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Lonely Planet Ireland (a J!-ENT Book Review)

July 9, 2016 by  




TITLE:  Lonely Planet Ireland

PUBLISHER: Lonely Planet

PAGES: 704 Pages

RELEASE DATE: March 15, 2016


Lonely Planet: The world’s leading travel guide publisher Lonely Planet Ireland is your passport to the most relevant, up-to-date advice on what to see and skip, and what hidden discoveries await you. Slurp oysters and clap your hands to spirited fiddle music in a lively Galway pub, explore medieval castles in Dublin and beyond, or set off amid vibrant green hills toward Atlantic coastal trails; all with your trusted travel companion. Get to the heart of Ireland and begin your journey now! Inside Lonely Planet Ireland Travel Guide:

  • Full-colour maps and images throughout
  • Highlights and itineraries help you tailor your trip to your personal needs and interests
  • Insider tips to save time and money and get around like a local, avoiding crowds and trouble spots
  • Essential info at your fingertips hours of operation, phone numbers, websites, transit tips, prices
  • Honest reviews for all budgets – eating, sleeping, sight-seeing, going out, shopping, hidden gems that most guidebooks miss
  • Cultural insights give you a richer, more rewarding travel experience – including
  • customs, history, art, literature, music, landscapes, sports, food and drink
  • Free, convenient pull-out Dublin map (included in print version), plus over 86 colour maps
  • Covers Dublin, Waterford, Kilkenny, Cork, Kerry, Kildare, Limerick, Clare, Galway, Sligo, Donegal, The Midlands, Louth, Belfast, Armagh, Derry, and more

The Perfect Choice: Lonely Planet Ireland , our most comprehensive guide to Ireland, is perfect for both exploring top sights and taking roads less travelled.

  • Looking for just the highlights of Ireland? Check out Lonely Planet Discover Ireland guide, a photo-rich guide to the country’s most popular attractions.
  • Looking for a guide focused on Dublin? Check out Lonely Planet Dublin guide for a comprehensive look at all the city has to offer.

Authors: Written and researched by Lonely Planet. About Lonely Planet: Since 1973, Lonely Planet has become the world’s leading travel media company with guidebooks to every destination, an award-winning website, mobile and digital travel products, and a dedicated traveller community. Lonely Planet covers must-see spots but also enables curious travellers to get off beaten paths to understand more of the culture of the places in which they find themselves.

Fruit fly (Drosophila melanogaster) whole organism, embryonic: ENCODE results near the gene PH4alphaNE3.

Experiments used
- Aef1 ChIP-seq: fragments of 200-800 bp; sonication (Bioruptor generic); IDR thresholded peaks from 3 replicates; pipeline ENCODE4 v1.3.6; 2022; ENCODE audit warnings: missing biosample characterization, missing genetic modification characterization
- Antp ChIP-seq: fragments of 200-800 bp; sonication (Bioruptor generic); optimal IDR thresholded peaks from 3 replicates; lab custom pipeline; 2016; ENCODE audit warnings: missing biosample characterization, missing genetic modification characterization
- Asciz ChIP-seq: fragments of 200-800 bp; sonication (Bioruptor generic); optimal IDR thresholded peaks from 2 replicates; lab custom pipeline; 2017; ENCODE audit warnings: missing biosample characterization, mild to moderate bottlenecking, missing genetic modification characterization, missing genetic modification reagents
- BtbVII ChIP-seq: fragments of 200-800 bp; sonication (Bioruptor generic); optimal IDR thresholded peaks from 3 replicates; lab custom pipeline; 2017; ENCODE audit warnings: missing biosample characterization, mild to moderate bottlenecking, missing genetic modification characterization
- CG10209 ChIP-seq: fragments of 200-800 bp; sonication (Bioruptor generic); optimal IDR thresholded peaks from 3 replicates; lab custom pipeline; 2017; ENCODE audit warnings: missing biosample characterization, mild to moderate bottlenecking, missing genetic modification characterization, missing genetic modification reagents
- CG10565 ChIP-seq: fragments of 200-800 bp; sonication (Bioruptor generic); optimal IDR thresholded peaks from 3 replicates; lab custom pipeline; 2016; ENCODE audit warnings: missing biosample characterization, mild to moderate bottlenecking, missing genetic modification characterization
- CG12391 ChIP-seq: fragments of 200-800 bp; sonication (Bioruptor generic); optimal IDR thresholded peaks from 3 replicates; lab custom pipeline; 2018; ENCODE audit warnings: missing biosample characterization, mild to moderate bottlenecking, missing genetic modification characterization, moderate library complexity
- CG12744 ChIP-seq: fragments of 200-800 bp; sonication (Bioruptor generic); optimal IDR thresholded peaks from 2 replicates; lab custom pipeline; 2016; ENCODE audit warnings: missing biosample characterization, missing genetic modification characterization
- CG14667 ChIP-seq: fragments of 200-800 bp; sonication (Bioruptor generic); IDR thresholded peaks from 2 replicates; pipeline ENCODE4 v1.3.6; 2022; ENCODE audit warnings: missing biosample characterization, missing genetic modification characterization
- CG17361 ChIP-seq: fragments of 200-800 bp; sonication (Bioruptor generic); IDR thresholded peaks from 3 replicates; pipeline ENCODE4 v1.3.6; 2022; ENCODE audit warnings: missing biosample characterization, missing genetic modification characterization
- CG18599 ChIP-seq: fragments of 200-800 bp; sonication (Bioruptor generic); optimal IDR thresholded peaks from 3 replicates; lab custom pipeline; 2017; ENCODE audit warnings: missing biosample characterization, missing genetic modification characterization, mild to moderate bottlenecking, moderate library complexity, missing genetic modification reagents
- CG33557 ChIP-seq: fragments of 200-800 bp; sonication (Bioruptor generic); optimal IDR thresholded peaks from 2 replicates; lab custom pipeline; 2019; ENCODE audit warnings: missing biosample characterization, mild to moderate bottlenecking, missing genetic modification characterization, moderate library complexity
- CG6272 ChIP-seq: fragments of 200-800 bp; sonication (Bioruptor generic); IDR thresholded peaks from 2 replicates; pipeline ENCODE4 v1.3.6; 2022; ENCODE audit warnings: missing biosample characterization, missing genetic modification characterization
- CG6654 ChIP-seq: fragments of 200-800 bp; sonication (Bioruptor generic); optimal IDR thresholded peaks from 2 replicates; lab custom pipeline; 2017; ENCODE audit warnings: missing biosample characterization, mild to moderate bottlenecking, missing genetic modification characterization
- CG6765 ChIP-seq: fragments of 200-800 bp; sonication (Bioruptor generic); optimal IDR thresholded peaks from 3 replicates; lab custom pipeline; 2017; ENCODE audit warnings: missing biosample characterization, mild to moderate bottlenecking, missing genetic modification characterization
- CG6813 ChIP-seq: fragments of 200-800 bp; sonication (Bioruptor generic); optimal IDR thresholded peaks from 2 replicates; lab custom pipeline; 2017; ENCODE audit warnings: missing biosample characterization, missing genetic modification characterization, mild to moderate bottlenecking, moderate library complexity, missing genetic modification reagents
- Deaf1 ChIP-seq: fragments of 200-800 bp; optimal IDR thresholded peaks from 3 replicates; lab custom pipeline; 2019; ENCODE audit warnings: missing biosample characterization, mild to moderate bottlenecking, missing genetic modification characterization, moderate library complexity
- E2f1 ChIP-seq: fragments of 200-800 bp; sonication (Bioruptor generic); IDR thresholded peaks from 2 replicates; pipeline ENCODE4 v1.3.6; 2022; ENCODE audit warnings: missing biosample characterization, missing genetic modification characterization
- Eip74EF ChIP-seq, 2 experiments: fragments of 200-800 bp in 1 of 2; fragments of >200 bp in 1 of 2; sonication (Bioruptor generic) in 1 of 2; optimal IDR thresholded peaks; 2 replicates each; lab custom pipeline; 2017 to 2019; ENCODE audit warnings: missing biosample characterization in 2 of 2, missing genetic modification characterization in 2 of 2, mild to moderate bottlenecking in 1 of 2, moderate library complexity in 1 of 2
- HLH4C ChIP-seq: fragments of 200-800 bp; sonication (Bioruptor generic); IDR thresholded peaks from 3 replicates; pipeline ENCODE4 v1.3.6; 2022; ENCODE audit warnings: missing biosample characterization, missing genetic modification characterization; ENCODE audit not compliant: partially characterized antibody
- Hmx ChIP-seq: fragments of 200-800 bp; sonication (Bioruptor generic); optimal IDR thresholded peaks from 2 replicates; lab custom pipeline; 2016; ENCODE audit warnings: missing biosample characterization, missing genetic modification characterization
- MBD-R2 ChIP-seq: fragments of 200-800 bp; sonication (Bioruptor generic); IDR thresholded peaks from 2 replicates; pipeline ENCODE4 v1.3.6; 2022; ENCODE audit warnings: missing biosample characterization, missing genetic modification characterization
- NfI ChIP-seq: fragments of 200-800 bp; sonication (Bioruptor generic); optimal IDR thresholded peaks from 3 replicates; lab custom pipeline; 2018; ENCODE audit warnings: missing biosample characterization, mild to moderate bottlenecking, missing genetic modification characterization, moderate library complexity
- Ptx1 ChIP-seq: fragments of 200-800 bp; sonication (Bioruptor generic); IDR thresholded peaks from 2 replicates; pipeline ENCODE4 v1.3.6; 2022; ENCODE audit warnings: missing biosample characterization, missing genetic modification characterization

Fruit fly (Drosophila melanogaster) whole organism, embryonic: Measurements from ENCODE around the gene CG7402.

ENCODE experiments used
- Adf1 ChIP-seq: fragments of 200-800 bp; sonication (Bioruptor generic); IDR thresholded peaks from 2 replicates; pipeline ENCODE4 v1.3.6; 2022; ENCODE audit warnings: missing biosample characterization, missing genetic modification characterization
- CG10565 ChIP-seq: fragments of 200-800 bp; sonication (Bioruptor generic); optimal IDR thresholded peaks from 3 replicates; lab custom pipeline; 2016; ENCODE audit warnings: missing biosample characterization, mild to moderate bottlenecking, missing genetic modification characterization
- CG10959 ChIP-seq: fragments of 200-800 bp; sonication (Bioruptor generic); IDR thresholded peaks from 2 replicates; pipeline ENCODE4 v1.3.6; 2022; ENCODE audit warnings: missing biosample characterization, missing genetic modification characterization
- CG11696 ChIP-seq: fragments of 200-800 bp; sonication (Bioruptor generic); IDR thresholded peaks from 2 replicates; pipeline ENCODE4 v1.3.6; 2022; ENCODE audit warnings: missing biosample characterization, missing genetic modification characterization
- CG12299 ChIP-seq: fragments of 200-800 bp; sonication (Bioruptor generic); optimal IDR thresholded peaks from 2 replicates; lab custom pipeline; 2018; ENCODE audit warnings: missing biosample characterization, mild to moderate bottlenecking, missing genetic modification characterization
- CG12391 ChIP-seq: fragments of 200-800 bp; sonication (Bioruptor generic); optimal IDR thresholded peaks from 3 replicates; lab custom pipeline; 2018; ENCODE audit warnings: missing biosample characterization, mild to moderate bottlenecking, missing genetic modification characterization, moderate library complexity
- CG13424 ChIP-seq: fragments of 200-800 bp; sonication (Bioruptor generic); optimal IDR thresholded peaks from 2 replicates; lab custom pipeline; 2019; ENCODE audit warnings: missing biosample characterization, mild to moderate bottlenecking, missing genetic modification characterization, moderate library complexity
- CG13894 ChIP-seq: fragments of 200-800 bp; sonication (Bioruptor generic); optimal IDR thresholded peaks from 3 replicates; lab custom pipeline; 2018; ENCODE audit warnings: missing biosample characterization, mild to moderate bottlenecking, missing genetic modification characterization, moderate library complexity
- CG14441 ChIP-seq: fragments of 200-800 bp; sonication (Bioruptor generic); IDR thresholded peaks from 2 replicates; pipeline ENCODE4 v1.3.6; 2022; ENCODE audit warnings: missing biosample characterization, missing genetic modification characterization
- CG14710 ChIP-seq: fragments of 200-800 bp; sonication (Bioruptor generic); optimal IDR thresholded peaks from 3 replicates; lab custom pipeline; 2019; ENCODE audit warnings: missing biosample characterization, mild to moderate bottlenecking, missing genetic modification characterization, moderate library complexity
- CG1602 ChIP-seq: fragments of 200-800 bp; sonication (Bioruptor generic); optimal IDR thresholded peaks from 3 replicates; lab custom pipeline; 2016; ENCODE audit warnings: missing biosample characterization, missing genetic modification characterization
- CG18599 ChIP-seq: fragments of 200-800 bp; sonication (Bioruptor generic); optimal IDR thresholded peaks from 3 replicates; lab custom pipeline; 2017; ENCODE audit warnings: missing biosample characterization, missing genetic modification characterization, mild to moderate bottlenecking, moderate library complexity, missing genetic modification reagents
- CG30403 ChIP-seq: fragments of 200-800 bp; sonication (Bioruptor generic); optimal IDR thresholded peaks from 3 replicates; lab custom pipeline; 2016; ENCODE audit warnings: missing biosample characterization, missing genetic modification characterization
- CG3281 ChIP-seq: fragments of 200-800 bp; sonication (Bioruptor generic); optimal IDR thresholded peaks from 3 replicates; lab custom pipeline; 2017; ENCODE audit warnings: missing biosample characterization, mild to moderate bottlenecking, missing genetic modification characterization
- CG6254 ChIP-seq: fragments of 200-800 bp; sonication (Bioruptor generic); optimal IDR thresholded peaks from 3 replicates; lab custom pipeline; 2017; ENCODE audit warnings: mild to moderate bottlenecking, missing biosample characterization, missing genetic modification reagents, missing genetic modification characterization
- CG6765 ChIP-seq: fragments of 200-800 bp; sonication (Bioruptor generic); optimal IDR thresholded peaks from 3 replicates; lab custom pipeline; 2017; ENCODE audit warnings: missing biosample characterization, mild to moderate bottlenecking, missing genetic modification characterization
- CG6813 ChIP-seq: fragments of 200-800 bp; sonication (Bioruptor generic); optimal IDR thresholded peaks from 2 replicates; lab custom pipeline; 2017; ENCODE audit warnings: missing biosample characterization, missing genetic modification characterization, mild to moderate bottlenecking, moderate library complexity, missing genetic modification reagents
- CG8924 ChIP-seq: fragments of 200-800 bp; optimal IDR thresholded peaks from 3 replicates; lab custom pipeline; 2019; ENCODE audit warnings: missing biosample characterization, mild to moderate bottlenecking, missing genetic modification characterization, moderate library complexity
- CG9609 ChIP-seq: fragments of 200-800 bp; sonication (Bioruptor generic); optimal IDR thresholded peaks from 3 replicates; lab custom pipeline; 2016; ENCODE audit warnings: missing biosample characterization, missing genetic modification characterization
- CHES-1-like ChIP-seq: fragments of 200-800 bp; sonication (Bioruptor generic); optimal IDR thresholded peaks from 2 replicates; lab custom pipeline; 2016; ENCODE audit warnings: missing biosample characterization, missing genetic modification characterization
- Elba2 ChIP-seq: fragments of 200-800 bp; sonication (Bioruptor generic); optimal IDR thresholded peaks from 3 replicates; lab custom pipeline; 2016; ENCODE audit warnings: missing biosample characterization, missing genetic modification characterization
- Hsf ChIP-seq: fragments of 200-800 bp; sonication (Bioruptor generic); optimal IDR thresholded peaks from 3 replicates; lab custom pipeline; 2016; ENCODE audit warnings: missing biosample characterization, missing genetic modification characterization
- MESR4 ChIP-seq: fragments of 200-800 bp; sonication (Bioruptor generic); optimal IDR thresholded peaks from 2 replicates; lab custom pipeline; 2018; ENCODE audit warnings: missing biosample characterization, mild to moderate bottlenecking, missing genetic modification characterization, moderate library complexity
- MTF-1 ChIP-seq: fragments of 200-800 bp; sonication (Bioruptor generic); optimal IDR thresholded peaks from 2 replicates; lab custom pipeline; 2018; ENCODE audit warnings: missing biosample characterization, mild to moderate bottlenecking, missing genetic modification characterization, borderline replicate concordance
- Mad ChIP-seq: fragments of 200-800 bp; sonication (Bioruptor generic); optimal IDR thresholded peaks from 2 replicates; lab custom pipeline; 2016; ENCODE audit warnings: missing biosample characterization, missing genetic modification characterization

I have had the opportunity to review a good number of travel guides over the years but this is the first time I will be reviewing Lonely Planet’s Ireland travel guide. For those not familiar with Lonely Planet, for the last few years it was owned by BBC Worldwide until it was sold to NC2 Media in 2013. The Lonely Planet Ireland guide is over 700 pages of information of areas throughout Ireland including a city map of Dublin. The first 53-pages deal with planning your trip to Ireland, things you need to know, the great outdoors, eat and drink like a local, wild Atlantic way, and more. The the guide goes into traveling to Dublin, Counties Wicklow & Kildare, Counties Wexford, Waterford, Carlow and Kilkenny, County Cork, County Kerry, County Clare, Counties Limerick and Tipperary, County Galway, Counties Mayo & Sligo, County Donegal, The Midlands, Counties Meath, Louth, Cavan & Monaghan, Belfast, Counties Down & Armagh, Counties Londonderry & Antrim, Countries Fermanagh & Tyrone and more. This latest guide features writings from various writers of what they love about Ireland, and I noticed that special features incorporate 3D illustrations of Trinity College, Glendalough, The Cuisine of County Cork, Wildlife in Killarney National Park, Rock of Cashel, Aran Islands scenery, Yeats Country, The Shannon-Erne Waterway, Down & Armagh Walking & Wildlife, Londonderry & Antrim: The Causeway Coast.


What I look for in a travel guide with up-to-date information, maps and as much detail for the region as possible. Some tend to skimp on smaller regions but this Lonely Planet guide really does a good job of giving coverage for locations throughout Ireland. While I do enjoy the Fodor’s travel guides for its use of color throughout, while photography of a region is nice to have, for travel guides, it all comes down to detailed information and I will can easily say that “Lonely Planet Ireland” is well-researched, informative and a travel guide worth using and help in planning and preparing for your trip to Ireland. “Lonely Planet Ireland” is recommended!  

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J!-ENT has not received any compensation from the company for this post. J!-ENT has no material connection to the brands, products, or services that are mentioned in this post.

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